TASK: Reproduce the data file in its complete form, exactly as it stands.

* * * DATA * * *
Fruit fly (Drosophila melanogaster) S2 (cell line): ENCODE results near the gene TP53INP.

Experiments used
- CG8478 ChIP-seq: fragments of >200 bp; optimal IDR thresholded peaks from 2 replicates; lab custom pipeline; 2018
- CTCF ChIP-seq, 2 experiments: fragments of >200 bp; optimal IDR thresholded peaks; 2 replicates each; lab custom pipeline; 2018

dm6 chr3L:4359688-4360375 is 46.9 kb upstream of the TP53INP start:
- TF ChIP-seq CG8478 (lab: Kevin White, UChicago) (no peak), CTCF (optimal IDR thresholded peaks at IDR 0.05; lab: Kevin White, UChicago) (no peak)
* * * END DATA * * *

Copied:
Fruit fly (Drosophila melanogaster) S2 (cell line): ENCODE results near the gene TP53INP.

Experiments used
- CG8478 ChIP-seq: fragments of >200 bp; optimal IDR thresholded peaks from 2 replicates; lab custom pipeline; 2018
- CTCF ChIP-seq, 2 experiments: fragments of >200 bp; optimal IDR thresholded peaks; 2 replicates each; lab custom pipeline; 2018

dm6 chr3L:4359688-4360375 is 46.9 kb upstream of the TP53INP start:
- TF ChIP-seq CG8478 (lab: Kevin White, UChicago) (no peak), CTCF (optimal IDR thresholded peaks at IDR 0.05; lab: Kevin White, UChicago) (no peak)